Early this morning, while my full household is still in a deep sleep, I tiptoe outside with my first big cup of perfect coffee and notice a million wonderful things.
Beach towels, socks, and tee shirts hang around the south lawn like gypsy caravan curtains. Wild birds chirp a lilting, effervescent soundtrack against the breeze combing through the oak trees. Romulus (our daddy llama) strolls through the shallow edge of the pond, splashing just a little. The sun begins to pour his molten blessings over the day, over every building, every tree, every fence post, every flower. Every thought and emotion.
The same light breeze that combed through the oak trees now ruffles my un-brushed hair and delivers a slender blue dragonfly to my shinbone. I secretly hope that the sugar and cream in my coffee will attract more visitors, like maybe the hummingbird from yesterday, so I sit very still for a long time.
The red wicker chair and footstool are for the moment the most comfortable seat in the world. The carrot ferns and potato plants are incredibly fluffy this morning. And behind me the squash vines have never been more lush. My gaze shifts forward, past the lower edge of my vegetable garden and toward the pond. The pond is so glassy and content looking this summer.
Suddenly but gently the thought occurs to me that without the recent years of drought I could not so fully appreciate the simple beauty of this overflowing pond. This small body of water would be common and unnoticeable to me instead of miraculous.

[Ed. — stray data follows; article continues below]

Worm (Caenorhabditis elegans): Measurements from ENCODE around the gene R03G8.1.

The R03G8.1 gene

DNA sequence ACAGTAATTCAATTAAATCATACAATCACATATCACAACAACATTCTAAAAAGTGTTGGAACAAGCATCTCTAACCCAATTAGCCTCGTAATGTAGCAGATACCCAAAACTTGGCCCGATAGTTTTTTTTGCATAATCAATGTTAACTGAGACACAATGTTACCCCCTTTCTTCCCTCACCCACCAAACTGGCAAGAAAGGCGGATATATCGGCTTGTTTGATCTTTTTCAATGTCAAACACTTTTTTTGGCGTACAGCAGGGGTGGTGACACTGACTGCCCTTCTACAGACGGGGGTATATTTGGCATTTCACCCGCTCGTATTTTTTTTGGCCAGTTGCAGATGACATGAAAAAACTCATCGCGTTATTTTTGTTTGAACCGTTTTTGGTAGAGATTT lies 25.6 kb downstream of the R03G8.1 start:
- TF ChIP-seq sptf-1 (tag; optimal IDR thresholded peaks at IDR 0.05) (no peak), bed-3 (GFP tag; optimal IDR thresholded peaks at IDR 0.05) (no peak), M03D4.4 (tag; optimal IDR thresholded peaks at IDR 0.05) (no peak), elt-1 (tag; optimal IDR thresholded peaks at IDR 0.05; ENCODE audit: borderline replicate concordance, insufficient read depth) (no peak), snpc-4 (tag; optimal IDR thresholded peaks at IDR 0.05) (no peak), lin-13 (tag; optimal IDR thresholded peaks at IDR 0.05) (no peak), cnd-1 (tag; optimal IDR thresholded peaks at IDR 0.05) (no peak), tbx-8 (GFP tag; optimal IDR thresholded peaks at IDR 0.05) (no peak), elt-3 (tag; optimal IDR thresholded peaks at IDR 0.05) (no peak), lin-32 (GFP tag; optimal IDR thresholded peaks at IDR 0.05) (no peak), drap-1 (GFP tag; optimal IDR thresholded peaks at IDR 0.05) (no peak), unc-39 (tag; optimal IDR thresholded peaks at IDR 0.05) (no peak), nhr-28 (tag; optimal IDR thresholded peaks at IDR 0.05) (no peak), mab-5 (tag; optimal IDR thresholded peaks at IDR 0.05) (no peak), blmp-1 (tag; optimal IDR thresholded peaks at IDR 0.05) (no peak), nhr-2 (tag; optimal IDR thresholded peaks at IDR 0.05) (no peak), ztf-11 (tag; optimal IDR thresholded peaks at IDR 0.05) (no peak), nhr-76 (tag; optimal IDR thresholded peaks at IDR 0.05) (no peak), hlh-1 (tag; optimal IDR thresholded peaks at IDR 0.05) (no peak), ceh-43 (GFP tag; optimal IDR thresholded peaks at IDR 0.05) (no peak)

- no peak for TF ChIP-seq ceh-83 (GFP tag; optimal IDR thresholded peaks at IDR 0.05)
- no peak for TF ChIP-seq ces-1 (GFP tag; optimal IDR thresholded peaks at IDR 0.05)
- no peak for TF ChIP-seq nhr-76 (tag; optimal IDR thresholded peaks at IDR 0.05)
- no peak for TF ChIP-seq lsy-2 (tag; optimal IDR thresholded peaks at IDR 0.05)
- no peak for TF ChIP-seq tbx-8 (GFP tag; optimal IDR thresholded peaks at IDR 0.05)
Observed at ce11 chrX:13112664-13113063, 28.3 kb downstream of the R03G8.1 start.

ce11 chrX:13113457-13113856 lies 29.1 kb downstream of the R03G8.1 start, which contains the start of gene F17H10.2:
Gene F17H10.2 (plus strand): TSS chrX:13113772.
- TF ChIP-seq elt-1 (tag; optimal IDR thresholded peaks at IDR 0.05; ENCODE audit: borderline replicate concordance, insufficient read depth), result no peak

Then the thoughts follows that without so many violent winds in recent months I might be less compelled to sit still on a Sunday morning and enjoy the stillness and drink in all of this mild and otherwise common beauty.
And how can I ignore this next thought? That without the pain and echo of an empty nest, I might view two weeks of house guests as just extra work and thereby deny Handsome and myself the experience of so much wonderful pleasure and love.
My arms and legs are heating up now in the sun, and my coffee cup is nearly empty. Roosters are finally crowing on both sides of me… ours to the east and north and a neighbor’s to the west. A smaller dragonfly now hoovers near the yellow coreopsis at my elbow. It’s definitely time now to rouse my temporary family and get them ready for church.
But I feel like I have already had church here by myself.
What abundance do you have in your life at this moment that you are able to more fully appreciate because of a loss or a previous difficulty? How many prayers have been answered in ways that buoy your hope for more?